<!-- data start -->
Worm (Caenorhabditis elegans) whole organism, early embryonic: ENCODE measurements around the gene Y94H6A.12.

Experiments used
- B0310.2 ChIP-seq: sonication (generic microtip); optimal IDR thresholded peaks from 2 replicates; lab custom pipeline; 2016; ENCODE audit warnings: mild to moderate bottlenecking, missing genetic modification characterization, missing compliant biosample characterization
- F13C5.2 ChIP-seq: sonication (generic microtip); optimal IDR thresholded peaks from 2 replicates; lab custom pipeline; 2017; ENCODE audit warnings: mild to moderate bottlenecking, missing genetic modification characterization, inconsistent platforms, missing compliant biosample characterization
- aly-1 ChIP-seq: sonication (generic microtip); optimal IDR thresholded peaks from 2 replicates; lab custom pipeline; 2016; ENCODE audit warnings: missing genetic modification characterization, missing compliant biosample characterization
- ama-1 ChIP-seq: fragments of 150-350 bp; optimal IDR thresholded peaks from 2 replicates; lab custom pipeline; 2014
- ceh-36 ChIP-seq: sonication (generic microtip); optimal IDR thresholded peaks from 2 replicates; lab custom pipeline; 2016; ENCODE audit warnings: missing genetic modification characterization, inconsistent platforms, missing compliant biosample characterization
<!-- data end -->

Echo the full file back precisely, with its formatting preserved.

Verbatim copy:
Worm (Caenorhabditis elegans) whole organism, early embryonic: ENCODE measurements around the gene Y94H6A.12.

Experiments used
- B0310.2 ChIP-seq: sonication (generic microtip); optimal IDR thresholded peaks from 2 replicates; lab custom pipeline; 2016; ENCODE audit warnings: mild to moderate bottlenecking, missing genetic modification characterization, missing compliant biosample characterization
- F13C5.2 ChIP-seq: sonication (generic microtip); optimal IDR thresholded peaks from 2 replicates; lab custom pipeline; 2017; ENCODE audit warnings: mild to moderate bottlenecking, missing genetic modification characterization, inconsistent platforms, missing compliant biosample characterization
- aly-1 ChIP-seq: sonication (generic microtip); optimal IDR thresholded peaks from 2 replicates; lab custom pipeline; 2016; ENCODE audit warnings: missing genetic modification characterization, missing compliant biosample characterization
- ama-1 ChIP-seq: fragments of 150-350 bp; optimal IDR thresholded peaks from 2 replicates; lab custom pipeline; 2014
- ceh-36 ChIP-seq: sonication (generic microtip); optimal IDR thresholded peaks from 2 replicates; lab custom pipeline; 2016; ENCODE audit warnings: missing genetic modification characterization, inconsistent platforms, missing compliant biosample characterization